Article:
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kill pill: part four – imagine

Image of Madeleine Ryan courtesy of WE LE MIR

Image of Madeleine Ryan courtesy of WE LE MIR

My sweat patches smell sweeter. My hair is greasier. My orgasms feel deeper. Words are bubbling out. I can’t stop eating tofu. Dogs seem to be barking at me more aggressively. I prefer the scent of the Bulgarian Rose candle to the Almond Milk one, which is very strange. Very strange indeed.

My skin is dewier. My body is indicating a forgotten vividness of sensation that I’m now remembering. When I run I can feel the wind on my skin to an almost frightening degree. I feel guilty for something I can’t explain. My hands and feet are warmer.

I’m happier. The last week has had a dizzying, kaleidoscopic quality, which has left any kind of clarity begrudgingly on the sidelines. ‘Come on! Let me on, coach! Let me on!’

What the hell is happening and, who cares? Should I? Should you? Is sharing my personal experience of this any use to anyone? I’m not a scientist or a doctor. I’m just a woman who has switched on her ovaries for the first time in a decade. What would I know? I handed myself over to the authorities a long time ago: pharmaceuticals, cosmetics, fashion. Ever since I’ve been buying back “sexuality” and “femininity” in pills, perfumes, gluten-free pasta and La Perla. Why did I choose this? Did I have a choice? When and how did I choose it?

Oh, I remember.

It was a school day and my best friend wanted to get an Implanon. If I recall correctly she couldn’t be bothered taking a pill all the time and that was the choice we had: insert a hormonal contraceptive device you don’t understand into your arm or swallow it everyday. Or else.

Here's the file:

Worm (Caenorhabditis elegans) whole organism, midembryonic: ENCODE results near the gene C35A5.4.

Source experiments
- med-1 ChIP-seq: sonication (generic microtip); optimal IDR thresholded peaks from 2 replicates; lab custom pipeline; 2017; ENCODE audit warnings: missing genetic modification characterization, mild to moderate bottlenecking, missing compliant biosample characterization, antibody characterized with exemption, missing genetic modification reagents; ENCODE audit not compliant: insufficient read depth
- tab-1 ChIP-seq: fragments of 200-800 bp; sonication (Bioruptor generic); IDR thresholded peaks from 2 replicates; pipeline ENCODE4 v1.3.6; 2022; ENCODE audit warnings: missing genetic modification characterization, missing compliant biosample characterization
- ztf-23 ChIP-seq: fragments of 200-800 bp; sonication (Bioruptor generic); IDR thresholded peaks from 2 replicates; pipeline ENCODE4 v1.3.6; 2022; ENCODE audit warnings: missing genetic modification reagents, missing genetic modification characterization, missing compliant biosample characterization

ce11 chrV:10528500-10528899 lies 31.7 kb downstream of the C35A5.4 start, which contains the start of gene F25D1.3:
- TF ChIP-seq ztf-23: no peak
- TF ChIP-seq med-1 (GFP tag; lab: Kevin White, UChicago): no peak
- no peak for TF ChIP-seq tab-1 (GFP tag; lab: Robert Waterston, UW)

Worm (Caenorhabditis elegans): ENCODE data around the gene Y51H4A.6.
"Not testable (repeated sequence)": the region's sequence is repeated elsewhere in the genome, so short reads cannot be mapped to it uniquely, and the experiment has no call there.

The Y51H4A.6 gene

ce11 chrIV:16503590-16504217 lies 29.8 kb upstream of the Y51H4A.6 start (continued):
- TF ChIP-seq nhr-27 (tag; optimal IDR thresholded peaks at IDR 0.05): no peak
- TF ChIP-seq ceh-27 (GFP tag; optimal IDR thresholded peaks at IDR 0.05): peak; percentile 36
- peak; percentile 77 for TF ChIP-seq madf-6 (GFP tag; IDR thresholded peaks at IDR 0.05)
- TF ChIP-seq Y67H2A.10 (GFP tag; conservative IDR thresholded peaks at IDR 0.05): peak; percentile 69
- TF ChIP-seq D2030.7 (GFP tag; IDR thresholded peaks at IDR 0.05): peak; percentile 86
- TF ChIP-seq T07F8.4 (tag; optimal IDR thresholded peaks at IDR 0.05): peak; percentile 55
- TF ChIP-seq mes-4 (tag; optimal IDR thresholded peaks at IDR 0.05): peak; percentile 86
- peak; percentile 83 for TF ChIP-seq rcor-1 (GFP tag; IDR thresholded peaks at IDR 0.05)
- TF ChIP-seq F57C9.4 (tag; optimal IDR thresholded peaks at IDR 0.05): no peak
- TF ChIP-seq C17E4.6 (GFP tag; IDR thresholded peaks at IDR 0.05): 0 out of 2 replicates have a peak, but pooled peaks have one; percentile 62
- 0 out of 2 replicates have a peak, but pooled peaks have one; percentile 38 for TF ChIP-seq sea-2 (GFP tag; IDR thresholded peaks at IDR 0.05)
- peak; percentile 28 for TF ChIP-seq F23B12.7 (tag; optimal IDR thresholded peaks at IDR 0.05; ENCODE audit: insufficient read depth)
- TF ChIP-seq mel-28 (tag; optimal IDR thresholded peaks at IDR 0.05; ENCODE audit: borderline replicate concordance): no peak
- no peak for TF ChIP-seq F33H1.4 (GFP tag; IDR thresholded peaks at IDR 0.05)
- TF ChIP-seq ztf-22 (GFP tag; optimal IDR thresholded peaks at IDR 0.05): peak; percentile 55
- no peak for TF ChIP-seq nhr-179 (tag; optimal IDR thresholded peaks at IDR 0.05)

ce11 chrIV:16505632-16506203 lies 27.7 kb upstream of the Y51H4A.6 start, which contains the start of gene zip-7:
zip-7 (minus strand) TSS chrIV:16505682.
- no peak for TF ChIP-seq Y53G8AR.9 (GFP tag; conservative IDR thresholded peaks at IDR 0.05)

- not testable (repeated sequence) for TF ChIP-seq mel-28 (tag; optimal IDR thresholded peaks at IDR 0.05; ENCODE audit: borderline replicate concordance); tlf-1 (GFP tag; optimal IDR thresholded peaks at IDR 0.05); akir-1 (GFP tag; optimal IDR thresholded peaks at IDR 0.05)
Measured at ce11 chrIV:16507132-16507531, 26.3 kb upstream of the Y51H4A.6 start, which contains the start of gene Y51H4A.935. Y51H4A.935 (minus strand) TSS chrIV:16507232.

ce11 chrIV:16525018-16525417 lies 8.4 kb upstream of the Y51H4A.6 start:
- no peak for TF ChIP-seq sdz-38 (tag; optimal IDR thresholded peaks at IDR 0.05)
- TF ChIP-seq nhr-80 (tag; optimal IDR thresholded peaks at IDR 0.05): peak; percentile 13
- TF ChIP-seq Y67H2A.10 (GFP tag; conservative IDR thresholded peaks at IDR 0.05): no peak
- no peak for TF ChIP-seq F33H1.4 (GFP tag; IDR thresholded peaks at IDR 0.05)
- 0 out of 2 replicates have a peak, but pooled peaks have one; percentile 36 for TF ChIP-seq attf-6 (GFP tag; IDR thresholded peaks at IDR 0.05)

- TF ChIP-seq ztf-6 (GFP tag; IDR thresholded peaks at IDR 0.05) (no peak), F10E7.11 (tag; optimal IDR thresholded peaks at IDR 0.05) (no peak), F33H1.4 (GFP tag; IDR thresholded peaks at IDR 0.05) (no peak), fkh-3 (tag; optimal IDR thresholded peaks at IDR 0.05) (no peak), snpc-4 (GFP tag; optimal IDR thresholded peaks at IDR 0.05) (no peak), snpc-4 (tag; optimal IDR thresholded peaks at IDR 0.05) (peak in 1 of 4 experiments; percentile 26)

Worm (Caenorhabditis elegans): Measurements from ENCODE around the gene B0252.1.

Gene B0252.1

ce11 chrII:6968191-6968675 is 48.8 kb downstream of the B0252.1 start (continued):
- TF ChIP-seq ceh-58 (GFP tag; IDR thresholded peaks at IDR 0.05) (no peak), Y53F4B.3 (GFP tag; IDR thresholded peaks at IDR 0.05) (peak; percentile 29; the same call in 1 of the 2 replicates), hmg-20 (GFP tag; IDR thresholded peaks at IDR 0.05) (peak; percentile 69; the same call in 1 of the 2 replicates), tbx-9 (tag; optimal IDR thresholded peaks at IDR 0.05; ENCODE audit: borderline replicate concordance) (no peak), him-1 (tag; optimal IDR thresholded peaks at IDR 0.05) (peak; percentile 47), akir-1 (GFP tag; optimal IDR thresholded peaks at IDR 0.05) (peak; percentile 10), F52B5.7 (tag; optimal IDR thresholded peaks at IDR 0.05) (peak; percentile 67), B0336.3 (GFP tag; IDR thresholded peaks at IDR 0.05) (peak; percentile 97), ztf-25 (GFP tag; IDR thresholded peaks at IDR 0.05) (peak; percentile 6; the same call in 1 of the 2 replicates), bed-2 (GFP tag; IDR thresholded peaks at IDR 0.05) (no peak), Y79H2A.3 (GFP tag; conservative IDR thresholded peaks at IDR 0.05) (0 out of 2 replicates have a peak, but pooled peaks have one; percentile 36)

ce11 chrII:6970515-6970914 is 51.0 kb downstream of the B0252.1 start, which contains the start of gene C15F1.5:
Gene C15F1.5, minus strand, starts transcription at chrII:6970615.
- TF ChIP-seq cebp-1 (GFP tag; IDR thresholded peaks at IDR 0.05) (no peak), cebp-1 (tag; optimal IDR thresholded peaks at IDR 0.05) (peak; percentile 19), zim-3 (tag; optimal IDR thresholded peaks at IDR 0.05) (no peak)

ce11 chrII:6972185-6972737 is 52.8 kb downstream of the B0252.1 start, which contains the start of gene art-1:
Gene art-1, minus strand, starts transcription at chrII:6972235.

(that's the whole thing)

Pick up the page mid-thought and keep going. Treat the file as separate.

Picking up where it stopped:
We went to a windowless clinic in the CBD and sat in the waiting room, feet tapping, school hats in our laps. Actually, we may not have had our school hats. I hope our homeroom tutor isn’t reading this. Anyway, hats or no hats, we were there, we were virgins and we were freaking out. A middle-aged woman with a firm grip and latex gloves smoothed my friend’s left tricep with an alcohol swab, then inserted a small, blue bit of plastic – which apparently glowed in the dark. Cool. That would be a neat party trick at the clubs we hadn’t set foot in yet. My friend winced, there was blood, I couldn’t look away, I didn’t get it done and I called my mum.

I have a record of phoning mum when I’m in the process of talking myself in or out of something that requires: a) warm encouragement, or b) hasty intervention. In this case it was the latter and I’m grateful. Mum believed the pill to be the safer option because, in theory, you can stop taking it or switch pills if you have problems (the whole “switching pills” thing being presented as a liberating array of “choices” is a point of contention for me now, however). But once the Implanon is inserted into your arm, you may have less expenses, but you’ve also got far less control and two years until it “needs” to come out. Unless you have horrific “side effects” before the two years is up (note the language: “side effects” not “effects”, implying any adverse experience you have consuming a medication is not the main dish).